Italy’s Other Mafia: A Journey into Cross-Cultural Translation

Abstract : Following its translation into more than thirty languages, Roberto Saviano’s non-fiction novel, ‘Gomorrah’, has unveiled the endless saga of Naples’ organized crime to a vast number of readers. Literary critics and reviewers in the UK and in the US have widely acclaimed Saviano’s talent in depicting the corruption plaguing Naples’ gloomy and degraded hinterland, though the English version of his book has been described by some as stilted and “over-literal” (The Economist, 2008), at times inadequate at rendering Saviano’s fragmented and dramatic style. The socio-cultural context portrayed in ‘Gomorrah’ is naturally distant from the one deriving from the shared experiences of the English-speaking readership: the text is widely populated by culture-bound concepts and implicit meanings, which further complicates the translation process in its entirety. Through a contrastive analysis of the Italian and English versions of the exposé, the study aims at exploring the strategies employed in translating the voices and deeds of Naples’ mobsters, as well as the underlying socio-economic setting of the Camorra (from which the book’s title originates its bitter play on words). With reference to types of non-equivalence between the two language versions under examination, particular attention is devoted to strategies of cultural substitution, reduction, deletion or generalization (Malone 1988; Baker 1992; Fawcett 1997) used to overcome lack of specificity in the target language. For the purpose of the language analysis, particular relevance is given to instances in which, in relation to the reader’s ‘implied’ background information, the target text does not provide an appropriate elaboration of the intertextual references presented in the source text. In conclusion, the paper aims at investigating the “framing function of translation” (Baker 2006) and the way it is (or is not) successful in affecting the representation and the perception of the cultural scenario in which ‘otherness’ is embedded.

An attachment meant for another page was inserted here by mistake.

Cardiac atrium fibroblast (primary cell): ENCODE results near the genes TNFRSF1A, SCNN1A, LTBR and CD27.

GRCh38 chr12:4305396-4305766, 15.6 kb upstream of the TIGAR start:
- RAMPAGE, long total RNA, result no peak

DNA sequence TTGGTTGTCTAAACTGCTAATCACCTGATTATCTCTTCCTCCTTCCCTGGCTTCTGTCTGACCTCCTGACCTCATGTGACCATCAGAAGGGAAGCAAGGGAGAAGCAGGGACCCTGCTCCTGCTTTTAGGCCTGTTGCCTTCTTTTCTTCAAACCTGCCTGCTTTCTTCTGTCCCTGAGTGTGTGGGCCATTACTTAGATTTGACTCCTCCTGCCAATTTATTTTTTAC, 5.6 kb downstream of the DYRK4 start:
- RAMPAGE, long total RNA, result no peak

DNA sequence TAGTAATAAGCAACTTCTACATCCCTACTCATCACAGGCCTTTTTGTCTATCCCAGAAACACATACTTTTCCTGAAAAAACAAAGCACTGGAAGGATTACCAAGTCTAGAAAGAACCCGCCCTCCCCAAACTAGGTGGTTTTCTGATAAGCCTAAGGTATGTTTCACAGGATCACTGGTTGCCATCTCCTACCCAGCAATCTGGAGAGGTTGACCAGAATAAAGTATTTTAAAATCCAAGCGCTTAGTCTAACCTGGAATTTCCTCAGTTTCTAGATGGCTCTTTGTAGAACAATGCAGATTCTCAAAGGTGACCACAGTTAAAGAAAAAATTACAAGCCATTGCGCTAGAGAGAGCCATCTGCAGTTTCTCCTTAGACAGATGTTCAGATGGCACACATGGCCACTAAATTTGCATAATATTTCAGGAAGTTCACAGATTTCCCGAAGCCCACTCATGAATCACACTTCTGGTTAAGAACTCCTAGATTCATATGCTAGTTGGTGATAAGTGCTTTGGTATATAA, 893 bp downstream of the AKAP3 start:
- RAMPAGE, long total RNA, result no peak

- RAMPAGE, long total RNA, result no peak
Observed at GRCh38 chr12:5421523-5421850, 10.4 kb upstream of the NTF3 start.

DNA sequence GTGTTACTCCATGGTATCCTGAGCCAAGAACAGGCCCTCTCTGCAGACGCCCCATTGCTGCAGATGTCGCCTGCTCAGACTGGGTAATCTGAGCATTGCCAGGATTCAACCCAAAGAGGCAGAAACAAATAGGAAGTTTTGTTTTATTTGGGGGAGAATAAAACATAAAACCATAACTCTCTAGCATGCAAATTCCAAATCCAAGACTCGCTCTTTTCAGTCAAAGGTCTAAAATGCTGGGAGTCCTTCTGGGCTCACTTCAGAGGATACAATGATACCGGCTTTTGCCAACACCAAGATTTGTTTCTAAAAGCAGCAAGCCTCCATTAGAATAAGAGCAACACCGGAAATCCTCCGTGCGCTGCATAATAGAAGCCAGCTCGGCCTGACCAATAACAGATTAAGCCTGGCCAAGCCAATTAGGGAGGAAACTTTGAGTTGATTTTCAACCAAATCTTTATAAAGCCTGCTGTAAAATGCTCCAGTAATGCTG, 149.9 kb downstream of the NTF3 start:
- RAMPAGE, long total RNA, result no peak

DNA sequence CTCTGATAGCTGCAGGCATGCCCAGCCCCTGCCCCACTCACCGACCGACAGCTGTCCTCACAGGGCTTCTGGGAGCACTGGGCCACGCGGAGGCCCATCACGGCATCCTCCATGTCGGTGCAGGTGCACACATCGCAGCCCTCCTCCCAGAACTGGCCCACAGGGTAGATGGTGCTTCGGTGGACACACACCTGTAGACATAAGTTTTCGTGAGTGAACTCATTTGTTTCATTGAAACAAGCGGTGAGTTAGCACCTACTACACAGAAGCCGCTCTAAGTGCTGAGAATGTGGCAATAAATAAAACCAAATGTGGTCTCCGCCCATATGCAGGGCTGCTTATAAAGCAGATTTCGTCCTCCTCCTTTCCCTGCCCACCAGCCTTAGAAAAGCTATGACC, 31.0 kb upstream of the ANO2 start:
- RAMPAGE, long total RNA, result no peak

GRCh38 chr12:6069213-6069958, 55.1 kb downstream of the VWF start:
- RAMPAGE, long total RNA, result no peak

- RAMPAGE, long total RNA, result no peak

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Journal articles
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Submitted on : Saturday, January 16, 2016 - 12:02:18 AM
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Giuditta Caliendo. Italy’s Other Mafia: A Journey into Cross-Cultural Translation . Translation and Interpreting Studies, 2012, The Sociological Turn in Translation and Interpreting Studies. Special issue of Translation and Interpreting Studies, John Benjamins Publishing, 7 (2), pp.191-210. 〈10.1075/bct.66.06cal〉. 〈hal-01257212〉

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